Time for a talk about vaping?
DALLAS – Feb. 12, 2019 – With new findings that show an unprecedented jump in nicotine-containing electronic cigarette usage among teens, many parents wonder how best to approach the topic.
“The important thing is to have a nonemotional action that has consequence for the using adolescent,” says psychiatrist Dr. David Atkinson, an addiction specialist at UT Southwestern Medical Center and Children's Health. “Action is more important than explanation, and emotion can actually be counterproductive. Parents should destroy the device the teen is vaping with, flush all of the nicotine that they have, and let their child know that will be their action in the future should it recur.”
Dr. Atkinson says that discovering bad behavior by your teen calls for an educative and strategic tact.
First, concerned parents need to educate themselves about vaping devices, which are easier to hide and can resemble computer flash drives.
“Parents should familiarize themselves with the packaging from pods and other nicotine tanks, and I believe that a teen’s cash flow should be watched carefully,” Dr. Atkinson says. “There’s also send-out tests for metabolites that detect whether they are vaping or smoking combustible [regular] cigarettes.”
This week, new data from Centers for Disease Control and Prevention found that more than 1 in 4 high school students and about 1 in 14 middle school students in 2018 had used a tobacco product in the past 30 days. This was a considerable increase from 2017, which was driven by an increase in e-cigarette use. E-cigarette use increased from 11.7 to 20.8 percent among high school students and from 3.3 to 4.9 percent among middle school students from 2017 to 2018.
A National Institutes of Health-supported study found that twice as many high school students used e-cigarettes last year compared with 2017, and 1 in every 5 participating seniors reported having vaped nicotine at least once in the previous month – the largest single-year increase in the University of Michigan-based survey’s 44-year history, surpassing a mid-1970s surge in marijuana smoking. The same report found that marijuana usage has largely remained level over the past few years and that more teens are saying “No” to many other illegal and harmful substances, including alcohol, cigarettes, cocaine, LSD, ecstasy, heroin, and opioid pills.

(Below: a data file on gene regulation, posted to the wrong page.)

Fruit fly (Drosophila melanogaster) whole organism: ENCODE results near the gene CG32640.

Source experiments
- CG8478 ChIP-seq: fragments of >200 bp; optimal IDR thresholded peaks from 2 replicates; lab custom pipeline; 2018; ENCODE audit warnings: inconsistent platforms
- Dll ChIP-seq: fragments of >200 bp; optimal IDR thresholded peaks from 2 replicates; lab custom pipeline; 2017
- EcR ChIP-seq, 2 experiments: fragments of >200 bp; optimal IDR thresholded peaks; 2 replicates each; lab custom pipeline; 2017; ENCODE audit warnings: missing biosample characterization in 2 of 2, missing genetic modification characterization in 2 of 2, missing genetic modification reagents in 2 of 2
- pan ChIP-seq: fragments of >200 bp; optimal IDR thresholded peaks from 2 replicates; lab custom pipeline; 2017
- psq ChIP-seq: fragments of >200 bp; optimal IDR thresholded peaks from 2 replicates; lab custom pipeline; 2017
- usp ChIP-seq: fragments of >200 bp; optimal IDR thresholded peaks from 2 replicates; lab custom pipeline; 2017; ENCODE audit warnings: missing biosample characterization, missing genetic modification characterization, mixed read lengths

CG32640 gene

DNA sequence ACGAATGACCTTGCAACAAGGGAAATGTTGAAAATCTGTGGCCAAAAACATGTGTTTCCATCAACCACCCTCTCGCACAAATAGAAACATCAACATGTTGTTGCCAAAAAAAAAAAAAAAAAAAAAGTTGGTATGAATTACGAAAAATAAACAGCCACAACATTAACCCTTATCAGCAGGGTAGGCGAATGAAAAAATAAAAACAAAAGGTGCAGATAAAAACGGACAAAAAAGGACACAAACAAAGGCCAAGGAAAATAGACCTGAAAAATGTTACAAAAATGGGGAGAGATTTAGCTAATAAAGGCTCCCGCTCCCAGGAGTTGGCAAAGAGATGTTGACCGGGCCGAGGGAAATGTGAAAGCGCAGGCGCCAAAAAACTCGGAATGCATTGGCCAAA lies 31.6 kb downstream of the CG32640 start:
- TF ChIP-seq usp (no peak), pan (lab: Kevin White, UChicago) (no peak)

Q&A: What to do when your child is caught with e-cigs
A discussion with Dr. David Atkinson, an Associate Professor of Psychiatry whose training includes child and adolescent psychiatry as well as a fellowship in addiction psychiatry at the Mayo Clinic, provides background and some sound approaches to address the problem if it hits close to home.
You can’t have an angry outburst if your underage son or daughter is vaping, so what strategies can be used? In the big picture, teenagers know that on the scale of all things forbidden, lots of substances they may be exposed to – prescription and street drugs, alcohol, and cigarettes, to name a few – rank far higher than vapes.
They should understand that nicotine is addictive and that addictive people are compelled to do things they don’t want to do – hampering the achievement of bigger life goals. Juxtaposing your son’s or daughter’s bigger goals in art, sports, life, etc., with vaping and other drug use is an effective strategy for showing them that, at best, the nicotine will just be a distraction.
It is critical to discuss these concepts with your children beginning at age 10. You can let them know that friends will not reject them for not vaping and that a quiet confidence will go a long way in preventing further offers. Parents also should explain that there is concern for the addictive nature of these devices and how nicotine addiction increases problems with depression and anxiety, while predisposing those who use them to other addictions in the future.